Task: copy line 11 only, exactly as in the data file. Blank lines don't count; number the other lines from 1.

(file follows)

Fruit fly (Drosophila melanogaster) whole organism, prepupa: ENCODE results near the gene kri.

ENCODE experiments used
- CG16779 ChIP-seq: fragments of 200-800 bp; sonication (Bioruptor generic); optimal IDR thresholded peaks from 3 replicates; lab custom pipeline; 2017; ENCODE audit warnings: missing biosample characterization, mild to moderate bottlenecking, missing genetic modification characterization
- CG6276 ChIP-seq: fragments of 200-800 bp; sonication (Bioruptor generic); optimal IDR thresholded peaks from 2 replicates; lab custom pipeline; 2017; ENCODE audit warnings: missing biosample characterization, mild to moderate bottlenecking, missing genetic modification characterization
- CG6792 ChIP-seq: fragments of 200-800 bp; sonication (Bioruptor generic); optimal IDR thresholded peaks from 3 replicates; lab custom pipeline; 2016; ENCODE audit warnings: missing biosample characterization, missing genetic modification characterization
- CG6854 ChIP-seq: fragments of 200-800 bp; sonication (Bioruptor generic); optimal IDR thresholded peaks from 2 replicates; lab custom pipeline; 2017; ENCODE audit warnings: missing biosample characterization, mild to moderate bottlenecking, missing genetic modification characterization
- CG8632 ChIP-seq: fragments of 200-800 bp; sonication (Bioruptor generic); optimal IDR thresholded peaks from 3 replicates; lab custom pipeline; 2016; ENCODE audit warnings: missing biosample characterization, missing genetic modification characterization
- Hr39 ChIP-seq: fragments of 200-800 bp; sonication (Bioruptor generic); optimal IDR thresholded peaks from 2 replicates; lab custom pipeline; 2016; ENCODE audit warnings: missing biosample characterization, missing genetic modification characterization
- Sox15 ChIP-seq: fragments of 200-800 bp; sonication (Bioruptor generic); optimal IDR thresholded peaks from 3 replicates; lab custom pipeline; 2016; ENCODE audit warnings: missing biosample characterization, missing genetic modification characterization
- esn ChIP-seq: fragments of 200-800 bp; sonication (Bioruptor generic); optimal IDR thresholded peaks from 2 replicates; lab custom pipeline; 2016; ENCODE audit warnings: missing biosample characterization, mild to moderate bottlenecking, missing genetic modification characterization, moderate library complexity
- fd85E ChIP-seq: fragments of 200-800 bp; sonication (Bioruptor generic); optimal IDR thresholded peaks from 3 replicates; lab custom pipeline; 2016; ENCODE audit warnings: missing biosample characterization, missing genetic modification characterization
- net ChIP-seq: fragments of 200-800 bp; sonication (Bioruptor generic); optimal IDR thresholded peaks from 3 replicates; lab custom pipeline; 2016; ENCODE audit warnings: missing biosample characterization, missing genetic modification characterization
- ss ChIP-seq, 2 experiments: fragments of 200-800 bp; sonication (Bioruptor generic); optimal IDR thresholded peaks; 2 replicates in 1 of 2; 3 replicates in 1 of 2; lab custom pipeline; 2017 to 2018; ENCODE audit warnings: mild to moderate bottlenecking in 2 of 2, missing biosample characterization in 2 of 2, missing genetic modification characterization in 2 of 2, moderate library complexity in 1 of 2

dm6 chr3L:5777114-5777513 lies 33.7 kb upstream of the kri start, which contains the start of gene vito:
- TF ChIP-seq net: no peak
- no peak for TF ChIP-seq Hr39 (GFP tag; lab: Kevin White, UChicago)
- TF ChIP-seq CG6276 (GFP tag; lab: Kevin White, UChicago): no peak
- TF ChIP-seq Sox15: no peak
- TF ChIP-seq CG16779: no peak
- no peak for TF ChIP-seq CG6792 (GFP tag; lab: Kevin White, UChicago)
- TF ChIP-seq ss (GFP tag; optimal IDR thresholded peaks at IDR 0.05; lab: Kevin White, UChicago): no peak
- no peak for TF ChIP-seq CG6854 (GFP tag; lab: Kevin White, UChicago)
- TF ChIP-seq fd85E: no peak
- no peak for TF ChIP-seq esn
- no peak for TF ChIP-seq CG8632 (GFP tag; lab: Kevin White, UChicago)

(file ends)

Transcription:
- fd85E ChIP-seq: fragments of 200-800 bp; sonication (Bioruptor generic); optimal IDR thresholded peaks from 3 replicates; lab custom pipeline; 2016; ENCODE audit warnings: missing biosample characterization, missing genetic modification characterization